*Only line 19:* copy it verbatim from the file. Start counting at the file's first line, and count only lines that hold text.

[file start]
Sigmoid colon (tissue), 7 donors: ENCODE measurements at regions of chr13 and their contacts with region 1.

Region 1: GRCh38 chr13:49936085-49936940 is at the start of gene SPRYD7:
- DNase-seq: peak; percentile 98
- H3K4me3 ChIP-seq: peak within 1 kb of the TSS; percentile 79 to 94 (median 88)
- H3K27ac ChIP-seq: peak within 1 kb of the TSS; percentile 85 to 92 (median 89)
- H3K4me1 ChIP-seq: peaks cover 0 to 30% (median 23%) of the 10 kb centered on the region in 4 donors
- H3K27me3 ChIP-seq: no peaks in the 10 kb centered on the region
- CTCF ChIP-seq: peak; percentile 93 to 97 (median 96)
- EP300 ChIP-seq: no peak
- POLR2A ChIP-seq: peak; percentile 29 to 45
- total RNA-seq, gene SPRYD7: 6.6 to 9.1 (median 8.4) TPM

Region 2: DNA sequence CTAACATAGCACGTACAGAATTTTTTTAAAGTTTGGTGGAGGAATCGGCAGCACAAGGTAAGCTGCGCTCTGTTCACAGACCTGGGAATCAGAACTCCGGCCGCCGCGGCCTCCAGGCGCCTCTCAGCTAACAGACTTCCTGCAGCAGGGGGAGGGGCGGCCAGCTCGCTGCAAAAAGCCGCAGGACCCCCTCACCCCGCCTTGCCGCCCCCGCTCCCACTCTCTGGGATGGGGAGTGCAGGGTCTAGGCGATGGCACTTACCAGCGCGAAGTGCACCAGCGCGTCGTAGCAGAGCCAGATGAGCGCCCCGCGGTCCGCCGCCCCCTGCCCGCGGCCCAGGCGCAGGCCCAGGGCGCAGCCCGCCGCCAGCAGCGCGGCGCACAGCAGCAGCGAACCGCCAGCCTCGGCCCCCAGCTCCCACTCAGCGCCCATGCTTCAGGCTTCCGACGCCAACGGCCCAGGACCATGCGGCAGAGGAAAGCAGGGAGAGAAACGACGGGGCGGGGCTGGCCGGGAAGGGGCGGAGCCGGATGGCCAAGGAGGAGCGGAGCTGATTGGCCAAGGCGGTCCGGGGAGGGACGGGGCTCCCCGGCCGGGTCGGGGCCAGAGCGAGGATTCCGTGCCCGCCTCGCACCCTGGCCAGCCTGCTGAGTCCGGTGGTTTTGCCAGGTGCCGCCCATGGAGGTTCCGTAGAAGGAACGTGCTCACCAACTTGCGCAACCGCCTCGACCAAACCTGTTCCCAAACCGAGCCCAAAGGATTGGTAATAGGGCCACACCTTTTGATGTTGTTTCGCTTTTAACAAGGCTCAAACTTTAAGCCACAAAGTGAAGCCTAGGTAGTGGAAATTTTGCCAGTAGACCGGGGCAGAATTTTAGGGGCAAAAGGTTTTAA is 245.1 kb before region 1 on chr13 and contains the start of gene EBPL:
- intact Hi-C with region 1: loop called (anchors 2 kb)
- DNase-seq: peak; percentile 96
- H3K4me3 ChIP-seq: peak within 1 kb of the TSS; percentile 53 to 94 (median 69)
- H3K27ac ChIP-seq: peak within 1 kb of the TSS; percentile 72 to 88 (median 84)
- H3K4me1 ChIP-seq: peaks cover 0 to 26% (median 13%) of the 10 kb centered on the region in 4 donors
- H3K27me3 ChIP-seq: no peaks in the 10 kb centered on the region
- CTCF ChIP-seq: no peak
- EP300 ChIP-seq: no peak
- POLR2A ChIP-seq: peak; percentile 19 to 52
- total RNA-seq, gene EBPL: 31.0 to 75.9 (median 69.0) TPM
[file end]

- CTCF ChIP-seq: no peak